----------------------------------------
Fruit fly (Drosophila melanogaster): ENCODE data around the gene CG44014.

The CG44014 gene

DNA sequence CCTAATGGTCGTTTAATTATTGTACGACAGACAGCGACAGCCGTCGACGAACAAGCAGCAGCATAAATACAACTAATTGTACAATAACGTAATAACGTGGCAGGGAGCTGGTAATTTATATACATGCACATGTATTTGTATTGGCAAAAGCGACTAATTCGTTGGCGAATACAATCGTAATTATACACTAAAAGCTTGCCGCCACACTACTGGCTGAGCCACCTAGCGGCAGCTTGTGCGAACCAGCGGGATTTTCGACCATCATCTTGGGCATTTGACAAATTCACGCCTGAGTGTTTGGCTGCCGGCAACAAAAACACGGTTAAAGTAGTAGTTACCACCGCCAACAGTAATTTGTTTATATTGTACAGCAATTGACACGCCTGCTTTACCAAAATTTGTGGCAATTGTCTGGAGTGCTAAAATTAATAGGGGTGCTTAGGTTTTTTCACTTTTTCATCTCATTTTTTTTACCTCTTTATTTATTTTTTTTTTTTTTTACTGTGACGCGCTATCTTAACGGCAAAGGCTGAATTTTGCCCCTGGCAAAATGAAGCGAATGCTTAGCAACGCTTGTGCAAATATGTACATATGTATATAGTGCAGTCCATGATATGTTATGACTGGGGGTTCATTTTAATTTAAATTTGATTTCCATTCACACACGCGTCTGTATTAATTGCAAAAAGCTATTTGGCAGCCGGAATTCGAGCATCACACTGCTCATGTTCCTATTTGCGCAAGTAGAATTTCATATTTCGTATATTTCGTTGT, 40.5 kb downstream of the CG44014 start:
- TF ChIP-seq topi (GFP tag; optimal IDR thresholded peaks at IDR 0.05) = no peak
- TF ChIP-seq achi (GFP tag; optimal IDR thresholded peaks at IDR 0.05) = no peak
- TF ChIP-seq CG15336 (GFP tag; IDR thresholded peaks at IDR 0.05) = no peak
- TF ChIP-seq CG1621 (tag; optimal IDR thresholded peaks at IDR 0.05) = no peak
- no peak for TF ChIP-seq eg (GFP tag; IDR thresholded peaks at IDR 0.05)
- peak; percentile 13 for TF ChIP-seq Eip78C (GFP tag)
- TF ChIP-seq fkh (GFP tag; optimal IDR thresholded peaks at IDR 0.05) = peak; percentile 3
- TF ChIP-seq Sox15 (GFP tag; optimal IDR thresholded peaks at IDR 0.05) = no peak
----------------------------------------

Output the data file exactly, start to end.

Fruit fly (Drosophila melanogaster): ENCODE data around the gene CG44014.

The CG44014 gene

DNA sequence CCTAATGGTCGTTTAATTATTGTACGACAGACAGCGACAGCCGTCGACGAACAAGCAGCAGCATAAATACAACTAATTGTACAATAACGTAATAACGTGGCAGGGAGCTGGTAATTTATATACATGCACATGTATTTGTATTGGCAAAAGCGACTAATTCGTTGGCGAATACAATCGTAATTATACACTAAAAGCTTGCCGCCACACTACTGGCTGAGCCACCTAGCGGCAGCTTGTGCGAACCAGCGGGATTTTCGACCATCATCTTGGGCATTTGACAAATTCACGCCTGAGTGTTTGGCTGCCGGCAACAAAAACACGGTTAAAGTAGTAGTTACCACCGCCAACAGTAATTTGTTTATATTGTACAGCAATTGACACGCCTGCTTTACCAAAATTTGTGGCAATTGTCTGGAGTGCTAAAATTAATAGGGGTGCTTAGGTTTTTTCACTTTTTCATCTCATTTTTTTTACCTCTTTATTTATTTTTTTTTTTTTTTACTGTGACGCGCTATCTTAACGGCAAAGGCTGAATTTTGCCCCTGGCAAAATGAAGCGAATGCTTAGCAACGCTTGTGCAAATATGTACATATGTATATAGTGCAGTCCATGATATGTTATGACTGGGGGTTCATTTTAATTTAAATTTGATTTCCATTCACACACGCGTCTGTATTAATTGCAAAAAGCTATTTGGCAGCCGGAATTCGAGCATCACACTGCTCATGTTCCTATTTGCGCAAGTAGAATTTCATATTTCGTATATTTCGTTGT, 40.5 kb downstream of the CG44014 start:
- TF ChIP-seq topi (GFP tag; optimal IDR thresholded peaks at IDR 0.05) = no peak
- TF ChIP-seq achi (GFP tag; optimal IDR thresholded peaks at IDR 0.05) = no peak
- TF ChIP-seq CG15336 (GFP tag; IDR thresholded peaks at IDR 0.05) = no peak
- TF ChIP-seq CG1621 (tag; optimal IDR thresholded peaks at IDR 0.05) = no peak
- no peak for TF ChIP-seq eg (GFP tag; IDR thresholded peaks at IDR 0.05)
- peak; percentile 13 for TF ChIP-seq Eip78C (GFP tag)
- TF ChIP-seq fkh (GFP tag; optimal IDR thresholded peaks at IDR 0.05) = peak; percentile 3
- TF ChIP-seq Sox15 (GFP tag; optimal IDR thresholded peaks at IDR 0.05) = no peak